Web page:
The future of spandex?

BDO isn’t produced naturally by any known organisms, so the first order of business was to design a biosynthetic pathway for BDO production.  Genomatica has their own software for generating and ranking hypothetical biochemical pathways in E. coli, which came up with over 10,000 possibilities for converting common metabolites into BDO.  90% of these were eliminated because of unfavorable thermodynamics or low theoretical yield, and the remaining were ranked based on things like the number of biochemical steps, the number of steps not native to E. coli, and the number of steps from central metabolism.  It’s worth pointing out that they focused on metabolites and enzymes from central metabolism – which is the collection of biochemical reactions that are absolutely essential for survival of all organisms: breakdown of sugars and fats, production of amino acids and nucleic acids, storage of energy, etc.   The majority of an organism’s carbon flux is going through these intermediates so there’s a greater stream of metabolites to divert, and higher yields are theoretically possible.   Additionally, these enzymes have been under constant evolutionary pressure over billions of years to operate very efficiently so they are less likely to become bottlenecks in the overall process.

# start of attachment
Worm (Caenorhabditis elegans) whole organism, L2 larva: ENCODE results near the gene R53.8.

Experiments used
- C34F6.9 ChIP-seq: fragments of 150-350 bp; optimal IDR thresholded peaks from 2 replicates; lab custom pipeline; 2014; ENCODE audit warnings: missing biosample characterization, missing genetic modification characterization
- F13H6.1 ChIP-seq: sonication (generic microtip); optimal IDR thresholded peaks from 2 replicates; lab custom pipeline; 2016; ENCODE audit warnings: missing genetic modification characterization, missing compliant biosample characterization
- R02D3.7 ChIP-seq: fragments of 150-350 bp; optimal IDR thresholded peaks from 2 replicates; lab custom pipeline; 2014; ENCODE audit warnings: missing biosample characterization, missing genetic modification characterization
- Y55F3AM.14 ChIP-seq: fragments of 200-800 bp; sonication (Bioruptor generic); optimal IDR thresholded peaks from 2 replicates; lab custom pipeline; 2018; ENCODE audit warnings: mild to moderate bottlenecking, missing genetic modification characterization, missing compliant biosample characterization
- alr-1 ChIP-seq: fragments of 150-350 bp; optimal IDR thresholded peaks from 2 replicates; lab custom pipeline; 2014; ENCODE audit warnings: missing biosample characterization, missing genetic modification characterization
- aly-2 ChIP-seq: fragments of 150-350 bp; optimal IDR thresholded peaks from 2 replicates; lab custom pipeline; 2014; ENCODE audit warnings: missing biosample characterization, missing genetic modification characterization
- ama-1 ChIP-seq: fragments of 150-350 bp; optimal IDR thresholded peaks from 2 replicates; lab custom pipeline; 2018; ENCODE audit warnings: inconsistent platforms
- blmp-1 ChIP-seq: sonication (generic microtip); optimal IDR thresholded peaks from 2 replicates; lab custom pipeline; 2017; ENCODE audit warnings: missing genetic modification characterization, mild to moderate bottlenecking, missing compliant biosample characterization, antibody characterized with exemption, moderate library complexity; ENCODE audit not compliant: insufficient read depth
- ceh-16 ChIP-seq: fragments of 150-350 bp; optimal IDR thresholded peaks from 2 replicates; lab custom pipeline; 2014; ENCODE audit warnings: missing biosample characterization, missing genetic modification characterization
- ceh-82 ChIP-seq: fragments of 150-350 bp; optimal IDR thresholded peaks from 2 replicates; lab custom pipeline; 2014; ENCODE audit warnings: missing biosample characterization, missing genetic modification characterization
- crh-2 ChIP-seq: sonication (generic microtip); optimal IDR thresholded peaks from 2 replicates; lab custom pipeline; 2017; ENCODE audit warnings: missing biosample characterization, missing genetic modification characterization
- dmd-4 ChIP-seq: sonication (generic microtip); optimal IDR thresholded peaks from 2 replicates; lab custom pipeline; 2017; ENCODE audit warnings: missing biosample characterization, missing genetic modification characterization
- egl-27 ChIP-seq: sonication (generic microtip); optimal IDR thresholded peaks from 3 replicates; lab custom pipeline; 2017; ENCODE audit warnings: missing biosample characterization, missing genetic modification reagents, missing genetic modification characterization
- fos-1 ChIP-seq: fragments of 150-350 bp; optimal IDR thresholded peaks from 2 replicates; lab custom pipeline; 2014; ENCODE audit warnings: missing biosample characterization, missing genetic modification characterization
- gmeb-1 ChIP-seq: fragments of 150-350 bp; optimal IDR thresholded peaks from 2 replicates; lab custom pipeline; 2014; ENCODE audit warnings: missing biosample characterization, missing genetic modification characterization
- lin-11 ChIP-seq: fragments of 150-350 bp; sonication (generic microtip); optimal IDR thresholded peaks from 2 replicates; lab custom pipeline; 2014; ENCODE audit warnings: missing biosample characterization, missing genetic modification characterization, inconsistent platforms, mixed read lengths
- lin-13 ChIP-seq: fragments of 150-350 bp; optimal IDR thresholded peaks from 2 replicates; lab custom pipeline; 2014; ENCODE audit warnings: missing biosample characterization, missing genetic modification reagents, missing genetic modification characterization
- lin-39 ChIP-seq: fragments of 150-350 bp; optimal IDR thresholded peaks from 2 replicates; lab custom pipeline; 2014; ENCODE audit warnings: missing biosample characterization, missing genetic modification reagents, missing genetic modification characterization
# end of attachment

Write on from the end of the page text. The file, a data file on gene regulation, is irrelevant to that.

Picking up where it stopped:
Their most promising artificial biosynthesis starts with two intermediates from the citric acid cycle, succinate and alpha-ketoglutarate, and converges at succinyl semialdehyde, which is reduced with three hydride equivalents to BDO.  Here’s the first half of their pathway: